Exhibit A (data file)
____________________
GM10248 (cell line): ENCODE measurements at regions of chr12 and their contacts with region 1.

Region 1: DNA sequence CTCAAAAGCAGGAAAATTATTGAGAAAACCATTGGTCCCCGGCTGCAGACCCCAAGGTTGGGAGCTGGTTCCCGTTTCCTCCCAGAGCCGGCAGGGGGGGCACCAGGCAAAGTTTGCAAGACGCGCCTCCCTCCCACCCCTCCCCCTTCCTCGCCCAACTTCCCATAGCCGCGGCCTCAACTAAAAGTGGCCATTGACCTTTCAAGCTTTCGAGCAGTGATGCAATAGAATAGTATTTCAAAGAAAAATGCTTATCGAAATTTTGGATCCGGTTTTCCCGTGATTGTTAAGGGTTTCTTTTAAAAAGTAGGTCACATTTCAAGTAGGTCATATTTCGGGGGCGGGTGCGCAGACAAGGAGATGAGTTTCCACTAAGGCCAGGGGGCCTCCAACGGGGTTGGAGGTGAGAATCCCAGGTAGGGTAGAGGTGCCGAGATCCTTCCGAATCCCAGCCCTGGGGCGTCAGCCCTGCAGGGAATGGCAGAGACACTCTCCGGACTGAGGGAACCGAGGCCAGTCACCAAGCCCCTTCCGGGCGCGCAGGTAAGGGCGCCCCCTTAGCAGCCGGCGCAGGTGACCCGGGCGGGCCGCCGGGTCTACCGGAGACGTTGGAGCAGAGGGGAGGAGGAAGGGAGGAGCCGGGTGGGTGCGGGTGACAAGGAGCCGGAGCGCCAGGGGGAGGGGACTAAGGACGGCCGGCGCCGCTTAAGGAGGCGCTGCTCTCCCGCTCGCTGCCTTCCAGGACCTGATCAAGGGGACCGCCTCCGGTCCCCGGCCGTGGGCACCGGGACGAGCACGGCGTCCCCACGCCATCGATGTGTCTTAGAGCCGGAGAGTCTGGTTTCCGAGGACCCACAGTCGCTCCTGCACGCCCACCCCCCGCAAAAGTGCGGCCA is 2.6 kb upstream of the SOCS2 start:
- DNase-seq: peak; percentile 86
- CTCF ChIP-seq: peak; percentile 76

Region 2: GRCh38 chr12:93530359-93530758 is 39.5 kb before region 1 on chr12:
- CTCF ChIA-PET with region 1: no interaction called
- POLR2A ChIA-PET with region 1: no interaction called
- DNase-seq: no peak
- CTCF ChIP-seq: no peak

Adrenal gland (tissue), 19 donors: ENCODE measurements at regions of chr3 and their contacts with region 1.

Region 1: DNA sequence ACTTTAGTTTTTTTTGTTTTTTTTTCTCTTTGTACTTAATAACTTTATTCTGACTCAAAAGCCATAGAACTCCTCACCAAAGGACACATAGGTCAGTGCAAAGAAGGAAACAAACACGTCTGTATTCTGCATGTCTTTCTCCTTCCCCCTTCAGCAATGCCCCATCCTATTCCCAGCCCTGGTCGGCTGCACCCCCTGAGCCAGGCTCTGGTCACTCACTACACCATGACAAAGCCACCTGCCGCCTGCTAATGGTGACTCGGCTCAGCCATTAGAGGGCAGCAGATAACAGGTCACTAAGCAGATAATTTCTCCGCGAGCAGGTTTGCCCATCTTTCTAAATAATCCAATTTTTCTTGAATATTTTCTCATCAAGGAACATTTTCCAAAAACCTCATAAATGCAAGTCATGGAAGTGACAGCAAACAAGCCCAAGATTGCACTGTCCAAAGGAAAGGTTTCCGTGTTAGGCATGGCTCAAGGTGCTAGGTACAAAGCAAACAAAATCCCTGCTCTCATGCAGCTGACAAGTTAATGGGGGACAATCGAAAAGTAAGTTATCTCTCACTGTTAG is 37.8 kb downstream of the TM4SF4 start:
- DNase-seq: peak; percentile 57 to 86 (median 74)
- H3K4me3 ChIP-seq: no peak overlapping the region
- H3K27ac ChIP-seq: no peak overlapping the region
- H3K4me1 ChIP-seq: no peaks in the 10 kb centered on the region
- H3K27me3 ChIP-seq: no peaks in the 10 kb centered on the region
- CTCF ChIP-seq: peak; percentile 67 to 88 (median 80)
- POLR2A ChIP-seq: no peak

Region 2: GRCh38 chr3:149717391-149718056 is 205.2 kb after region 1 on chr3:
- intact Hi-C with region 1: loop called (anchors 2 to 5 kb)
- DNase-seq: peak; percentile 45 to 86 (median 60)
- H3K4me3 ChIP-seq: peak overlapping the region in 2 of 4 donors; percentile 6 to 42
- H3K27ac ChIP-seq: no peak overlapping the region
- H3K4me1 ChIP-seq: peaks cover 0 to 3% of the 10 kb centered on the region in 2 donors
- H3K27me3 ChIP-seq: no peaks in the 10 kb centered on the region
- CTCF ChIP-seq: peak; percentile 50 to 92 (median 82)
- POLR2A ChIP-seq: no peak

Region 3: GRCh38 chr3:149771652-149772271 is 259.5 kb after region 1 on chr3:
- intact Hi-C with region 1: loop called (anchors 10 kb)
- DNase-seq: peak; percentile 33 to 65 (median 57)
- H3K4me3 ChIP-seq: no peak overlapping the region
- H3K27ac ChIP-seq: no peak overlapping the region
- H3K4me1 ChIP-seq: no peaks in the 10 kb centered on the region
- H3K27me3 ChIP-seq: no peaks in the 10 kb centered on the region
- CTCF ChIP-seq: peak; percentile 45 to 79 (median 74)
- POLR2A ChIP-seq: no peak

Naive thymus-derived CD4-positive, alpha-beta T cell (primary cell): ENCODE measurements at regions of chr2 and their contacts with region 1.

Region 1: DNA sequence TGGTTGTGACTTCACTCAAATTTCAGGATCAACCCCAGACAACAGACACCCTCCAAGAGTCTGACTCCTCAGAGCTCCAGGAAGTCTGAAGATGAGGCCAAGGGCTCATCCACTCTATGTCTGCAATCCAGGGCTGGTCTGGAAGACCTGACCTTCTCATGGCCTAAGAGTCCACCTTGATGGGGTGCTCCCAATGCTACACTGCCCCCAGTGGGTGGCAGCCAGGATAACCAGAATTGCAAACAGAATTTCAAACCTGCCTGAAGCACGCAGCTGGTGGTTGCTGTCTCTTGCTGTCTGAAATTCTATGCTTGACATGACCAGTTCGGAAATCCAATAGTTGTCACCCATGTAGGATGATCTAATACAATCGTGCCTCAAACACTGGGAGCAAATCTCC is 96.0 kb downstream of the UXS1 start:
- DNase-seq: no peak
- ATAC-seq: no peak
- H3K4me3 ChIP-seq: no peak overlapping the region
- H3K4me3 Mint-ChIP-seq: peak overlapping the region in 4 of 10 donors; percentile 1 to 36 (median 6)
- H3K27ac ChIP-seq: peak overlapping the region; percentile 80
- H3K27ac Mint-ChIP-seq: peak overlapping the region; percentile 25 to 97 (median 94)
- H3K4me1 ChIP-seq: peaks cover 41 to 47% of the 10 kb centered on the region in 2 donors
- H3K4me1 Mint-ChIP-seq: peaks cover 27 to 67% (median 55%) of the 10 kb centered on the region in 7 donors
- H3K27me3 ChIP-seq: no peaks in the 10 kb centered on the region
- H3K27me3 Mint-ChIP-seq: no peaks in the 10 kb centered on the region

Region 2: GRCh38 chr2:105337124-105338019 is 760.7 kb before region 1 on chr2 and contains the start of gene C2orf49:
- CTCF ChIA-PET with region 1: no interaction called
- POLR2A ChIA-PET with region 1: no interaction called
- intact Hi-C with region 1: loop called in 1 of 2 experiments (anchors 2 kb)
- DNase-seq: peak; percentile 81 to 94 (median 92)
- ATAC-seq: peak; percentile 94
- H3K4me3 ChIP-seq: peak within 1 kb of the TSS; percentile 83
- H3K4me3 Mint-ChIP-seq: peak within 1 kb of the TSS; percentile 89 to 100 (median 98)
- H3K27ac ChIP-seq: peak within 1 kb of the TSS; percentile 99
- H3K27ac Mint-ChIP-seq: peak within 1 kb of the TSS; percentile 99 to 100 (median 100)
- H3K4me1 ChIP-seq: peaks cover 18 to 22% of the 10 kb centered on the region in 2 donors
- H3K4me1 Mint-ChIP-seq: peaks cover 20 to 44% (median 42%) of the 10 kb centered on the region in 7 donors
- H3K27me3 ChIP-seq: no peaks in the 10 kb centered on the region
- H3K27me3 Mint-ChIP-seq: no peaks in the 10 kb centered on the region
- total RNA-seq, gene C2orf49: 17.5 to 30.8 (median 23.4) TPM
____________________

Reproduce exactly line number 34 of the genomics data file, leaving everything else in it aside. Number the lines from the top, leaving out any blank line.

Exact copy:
- H3K27me3 ChIP-seq: no peaks in the 10 kb centered on the region